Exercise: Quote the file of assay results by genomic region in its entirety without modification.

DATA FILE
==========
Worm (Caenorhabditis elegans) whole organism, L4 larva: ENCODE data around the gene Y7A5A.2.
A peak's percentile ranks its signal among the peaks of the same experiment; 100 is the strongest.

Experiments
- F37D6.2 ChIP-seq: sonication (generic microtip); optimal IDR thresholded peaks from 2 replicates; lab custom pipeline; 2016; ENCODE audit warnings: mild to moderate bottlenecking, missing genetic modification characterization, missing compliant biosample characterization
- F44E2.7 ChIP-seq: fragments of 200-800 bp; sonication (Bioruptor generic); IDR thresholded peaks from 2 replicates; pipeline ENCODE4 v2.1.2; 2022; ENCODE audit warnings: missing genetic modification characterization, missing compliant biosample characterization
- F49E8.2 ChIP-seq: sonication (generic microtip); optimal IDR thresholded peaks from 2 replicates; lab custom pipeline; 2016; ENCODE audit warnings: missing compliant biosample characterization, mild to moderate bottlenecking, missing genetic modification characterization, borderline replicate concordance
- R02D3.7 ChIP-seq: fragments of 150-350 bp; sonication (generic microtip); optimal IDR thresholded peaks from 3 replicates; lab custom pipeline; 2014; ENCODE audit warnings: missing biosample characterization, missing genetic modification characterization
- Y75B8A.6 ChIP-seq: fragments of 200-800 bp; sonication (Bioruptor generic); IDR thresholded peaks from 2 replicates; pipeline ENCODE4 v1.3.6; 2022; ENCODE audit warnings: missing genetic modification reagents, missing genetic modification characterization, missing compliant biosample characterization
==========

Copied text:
Worm (Caenorhabditis elegans) whole organism, L4 larva: ENCODE data around the gene Y7A5A.2.
A peak's percentile ranks its signal among the peaks of the same experiment; 100 is the strongest.

Experiments
- F37D6.2 ChIP-seq: sonication (generic microtip); optimal IDR thresholded peaks from 2 replicates; lab custom pipeline; 2016; ENCODE audit warnings: mild to moderate bottlenecking, missing genetic modification characterization, missing compliant biosample characterization
- F44E2.7 ChIP-seq: fragments of 200-800 bp; sonication (Bioruptor generic); IDR thresholded peaks from 2 replicates; pipeline ENCODE4 v2.1.2; 2022; ENCODE audit warnings: missing genetic modification characterization, missing compliant biosample characterization
- F49E8.2 ChIP-seq: sonication (generic microtip); optimal IDR thresholded peaks from 2 replicates; lab custom pipeline; 2016; ENCODE audit warnings: missing compliant biosample characterization, mild to moderate bottlenecking, missing genetic modification characterization, borderline replicate concordance
- R02D3.7 ChIP-seq: fragments of 150-350 bp; sonication (generic microtip); optimal IDR thresholded peaks from 3 replicates; lab custom pipeline; 2014; ENCODE audit warnings: missing biosample characterization, missing genetic modification characterization
- Y75B8A.6 ChIP-seq: fragments of 200-800 bp; sonication (Bioruptor generic); IDR thresholded peaks from 2 replicates; pipeline ENCODE4 v1.3.6; 2022; ENCODE audit warnings: missing genetic modification reagents, missing genetic modification characterization, missing compliant biosample characterization